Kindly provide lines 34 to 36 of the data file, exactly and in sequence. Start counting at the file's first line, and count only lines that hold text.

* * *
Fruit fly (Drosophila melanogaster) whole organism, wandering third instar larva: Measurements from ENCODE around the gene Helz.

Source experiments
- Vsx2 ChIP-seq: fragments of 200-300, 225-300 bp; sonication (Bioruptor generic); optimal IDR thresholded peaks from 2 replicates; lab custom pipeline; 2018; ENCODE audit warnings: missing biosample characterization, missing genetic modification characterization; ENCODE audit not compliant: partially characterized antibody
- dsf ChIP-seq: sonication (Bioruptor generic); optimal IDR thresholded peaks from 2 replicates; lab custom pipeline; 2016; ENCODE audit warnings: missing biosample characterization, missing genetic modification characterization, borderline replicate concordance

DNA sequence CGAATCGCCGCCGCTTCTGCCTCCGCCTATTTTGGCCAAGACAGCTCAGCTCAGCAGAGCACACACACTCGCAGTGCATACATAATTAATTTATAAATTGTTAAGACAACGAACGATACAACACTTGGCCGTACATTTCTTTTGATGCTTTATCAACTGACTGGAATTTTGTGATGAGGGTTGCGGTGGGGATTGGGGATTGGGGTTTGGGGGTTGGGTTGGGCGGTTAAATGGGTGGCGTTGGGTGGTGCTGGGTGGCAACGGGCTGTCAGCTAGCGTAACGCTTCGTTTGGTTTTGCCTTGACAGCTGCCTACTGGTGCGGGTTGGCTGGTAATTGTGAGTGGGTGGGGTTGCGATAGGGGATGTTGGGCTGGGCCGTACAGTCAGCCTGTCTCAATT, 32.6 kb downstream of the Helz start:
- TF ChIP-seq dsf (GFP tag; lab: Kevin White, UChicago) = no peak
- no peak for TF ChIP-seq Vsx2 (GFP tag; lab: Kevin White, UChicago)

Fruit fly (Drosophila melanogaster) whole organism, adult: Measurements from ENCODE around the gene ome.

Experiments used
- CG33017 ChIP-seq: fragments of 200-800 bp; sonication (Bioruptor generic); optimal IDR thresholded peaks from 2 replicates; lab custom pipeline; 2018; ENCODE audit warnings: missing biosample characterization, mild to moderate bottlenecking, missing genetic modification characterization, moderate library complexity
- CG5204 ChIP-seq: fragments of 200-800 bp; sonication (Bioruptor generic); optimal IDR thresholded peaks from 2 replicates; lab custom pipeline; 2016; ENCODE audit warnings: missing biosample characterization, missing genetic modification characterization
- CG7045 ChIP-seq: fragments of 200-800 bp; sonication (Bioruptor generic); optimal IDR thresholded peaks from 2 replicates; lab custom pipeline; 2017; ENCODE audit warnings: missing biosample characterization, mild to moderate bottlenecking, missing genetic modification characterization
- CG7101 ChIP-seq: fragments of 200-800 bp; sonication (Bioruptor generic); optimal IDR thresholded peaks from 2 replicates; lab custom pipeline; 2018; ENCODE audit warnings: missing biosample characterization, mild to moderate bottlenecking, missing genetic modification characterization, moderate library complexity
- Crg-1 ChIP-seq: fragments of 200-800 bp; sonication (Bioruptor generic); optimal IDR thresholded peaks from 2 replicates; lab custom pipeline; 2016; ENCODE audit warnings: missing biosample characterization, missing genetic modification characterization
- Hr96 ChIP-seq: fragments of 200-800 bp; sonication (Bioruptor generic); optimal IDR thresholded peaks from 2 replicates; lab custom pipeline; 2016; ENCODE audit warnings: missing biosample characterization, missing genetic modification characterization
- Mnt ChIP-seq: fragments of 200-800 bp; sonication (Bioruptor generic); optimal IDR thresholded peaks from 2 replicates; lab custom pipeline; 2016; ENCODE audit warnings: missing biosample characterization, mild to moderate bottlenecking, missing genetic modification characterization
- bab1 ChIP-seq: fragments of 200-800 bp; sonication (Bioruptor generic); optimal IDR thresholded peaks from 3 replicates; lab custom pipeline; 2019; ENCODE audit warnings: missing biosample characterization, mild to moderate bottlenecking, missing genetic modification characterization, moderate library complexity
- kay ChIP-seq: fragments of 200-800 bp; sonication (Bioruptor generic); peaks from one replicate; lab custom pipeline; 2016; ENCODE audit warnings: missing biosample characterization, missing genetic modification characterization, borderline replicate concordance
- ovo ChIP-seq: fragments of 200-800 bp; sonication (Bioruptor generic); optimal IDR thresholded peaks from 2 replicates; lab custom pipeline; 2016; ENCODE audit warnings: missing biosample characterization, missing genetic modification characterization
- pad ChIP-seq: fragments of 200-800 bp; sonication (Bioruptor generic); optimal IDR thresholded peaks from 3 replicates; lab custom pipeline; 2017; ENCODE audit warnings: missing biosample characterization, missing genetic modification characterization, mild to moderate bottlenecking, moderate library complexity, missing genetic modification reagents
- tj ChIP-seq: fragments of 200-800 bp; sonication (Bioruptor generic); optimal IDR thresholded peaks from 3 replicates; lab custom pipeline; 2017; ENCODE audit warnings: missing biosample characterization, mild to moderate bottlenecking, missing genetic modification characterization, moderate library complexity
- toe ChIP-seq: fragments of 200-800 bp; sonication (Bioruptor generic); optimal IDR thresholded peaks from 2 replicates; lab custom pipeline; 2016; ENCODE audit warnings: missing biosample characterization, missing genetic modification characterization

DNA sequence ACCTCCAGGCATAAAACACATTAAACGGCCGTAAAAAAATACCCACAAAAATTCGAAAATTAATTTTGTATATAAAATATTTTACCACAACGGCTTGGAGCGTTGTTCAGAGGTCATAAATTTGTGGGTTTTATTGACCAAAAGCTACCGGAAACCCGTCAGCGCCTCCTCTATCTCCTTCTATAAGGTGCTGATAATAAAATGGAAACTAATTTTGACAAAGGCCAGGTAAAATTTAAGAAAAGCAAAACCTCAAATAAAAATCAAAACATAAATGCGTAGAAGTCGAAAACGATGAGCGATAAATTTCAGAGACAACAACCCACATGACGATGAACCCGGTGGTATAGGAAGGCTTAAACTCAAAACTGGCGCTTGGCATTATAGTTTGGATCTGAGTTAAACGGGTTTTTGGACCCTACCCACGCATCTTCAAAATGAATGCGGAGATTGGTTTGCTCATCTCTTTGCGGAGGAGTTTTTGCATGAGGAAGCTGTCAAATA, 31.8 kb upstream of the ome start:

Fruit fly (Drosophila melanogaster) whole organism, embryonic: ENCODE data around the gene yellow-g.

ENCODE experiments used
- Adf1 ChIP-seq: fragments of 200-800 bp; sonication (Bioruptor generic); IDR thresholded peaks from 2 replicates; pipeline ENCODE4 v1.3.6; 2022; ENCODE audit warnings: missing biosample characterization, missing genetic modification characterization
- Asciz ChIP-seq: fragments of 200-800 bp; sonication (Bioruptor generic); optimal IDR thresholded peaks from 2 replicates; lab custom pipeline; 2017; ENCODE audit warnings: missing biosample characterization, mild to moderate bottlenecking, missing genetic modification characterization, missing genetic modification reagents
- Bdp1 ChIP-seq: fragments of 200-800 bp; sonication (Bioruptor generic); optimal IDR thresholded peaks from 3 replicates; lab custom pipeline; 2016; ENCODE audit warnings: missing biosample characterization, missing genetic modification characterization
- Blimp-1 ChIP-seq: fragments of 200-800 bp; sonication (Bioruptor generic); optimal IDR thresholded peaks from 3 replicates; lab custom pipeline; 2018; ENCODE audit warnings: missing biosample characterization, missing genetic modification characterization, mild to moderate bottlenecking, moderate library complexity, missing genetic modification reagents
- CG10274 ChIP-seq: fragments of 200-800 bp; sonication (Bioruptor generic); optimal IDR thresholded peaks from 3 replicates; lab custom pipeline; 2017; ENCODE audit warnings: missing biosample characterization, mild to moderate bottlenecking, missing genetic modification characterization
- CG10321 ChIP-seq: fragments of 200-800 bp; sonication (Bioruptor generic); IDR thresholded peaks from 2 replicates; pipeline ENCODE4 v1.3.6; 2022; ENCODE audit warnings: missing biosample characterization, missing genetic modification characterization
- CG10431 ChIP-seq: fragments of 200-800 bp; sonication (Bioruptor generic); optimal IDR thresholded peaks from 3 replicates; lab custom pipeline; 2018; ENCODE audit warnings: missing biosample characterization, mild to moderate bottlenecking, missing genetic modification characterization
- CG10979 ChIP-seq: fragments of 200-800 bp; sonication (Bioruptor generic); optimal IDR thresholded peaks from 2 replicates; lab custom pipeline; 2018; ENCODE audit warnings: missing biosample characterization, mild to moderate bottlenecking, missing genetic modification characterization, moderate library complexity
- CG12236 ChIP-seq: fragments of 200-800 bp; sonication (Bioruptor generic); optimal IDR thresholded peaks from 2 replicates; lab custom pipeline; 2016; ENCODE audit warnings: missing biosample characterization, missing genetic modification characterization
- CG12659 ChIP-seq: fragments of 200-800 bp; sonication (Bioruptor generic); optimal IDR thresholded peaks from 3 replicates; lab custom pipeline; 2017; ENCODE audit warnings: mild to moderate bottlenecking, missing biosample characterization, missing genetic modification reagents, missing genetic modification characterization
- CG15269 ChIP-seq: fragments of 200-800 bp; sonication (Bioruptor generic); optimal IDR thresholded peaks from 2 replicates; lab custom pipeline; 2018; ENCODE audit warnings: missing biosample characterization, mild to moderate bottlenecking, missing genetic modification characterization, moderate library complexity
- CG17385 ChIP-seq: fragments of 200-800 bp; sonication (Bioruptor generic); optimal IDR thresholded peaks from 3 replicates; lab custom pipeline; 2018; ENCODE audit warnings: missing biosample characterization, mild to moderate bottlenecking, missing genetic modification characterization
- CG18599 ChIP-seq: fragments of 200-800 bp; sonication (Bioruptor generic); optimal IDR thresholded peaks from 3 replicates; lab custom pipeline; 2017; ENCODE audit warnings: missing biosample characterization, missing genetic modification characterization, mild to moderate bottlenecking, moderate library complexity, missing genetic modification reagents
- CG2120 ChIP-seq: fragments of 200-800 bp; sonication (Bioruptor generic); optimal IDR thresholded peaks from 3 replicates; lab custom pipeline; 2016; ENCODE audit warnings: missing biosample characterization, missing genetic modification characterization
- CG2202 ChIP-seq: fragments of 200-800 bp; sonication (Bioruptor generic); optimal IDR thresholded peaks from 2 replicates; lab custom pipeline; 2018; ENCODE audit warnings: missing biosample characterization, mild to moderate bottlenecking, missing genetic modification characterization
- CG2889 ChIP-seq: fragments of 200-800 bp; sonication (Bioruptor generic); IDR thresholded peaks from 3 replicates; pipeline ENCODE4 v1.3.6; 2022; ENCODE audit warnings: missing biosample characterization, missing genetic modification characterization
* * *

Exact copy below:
- CG12236 ChIP-seq: fragments of 200-800 bp; sonication (Bioruptor generic); optimal IDR thresholded peaks from 2 replicates; lab custom pipeline; 2016; ENCODE audit warnings: missing biosample characterization, missing genetic modification characterization
- CG12659 ChIP-seq: fragments of 200-800 bp; sonication (Bioruptor generic); optimal IDR thresholded peaks from 3 replicates; lab custom pipeline; 2017; ENCODE audit warnings: mild to moderate bottlenecking, missing biosample characterization, missing genetic modification reagents, missing genetic modification characterization
- CG15269 ChIP-seq: fragments of 200-800 bp; sonication (Bioruptor generic); optimal IDR thresholded peaks from 2 replicates; lab custom pipeline; 2018; ENCODE audit warnings: missing biosample characterization, mild to moderate bottlenecking, missing genetic modification characterization, moderate library complexity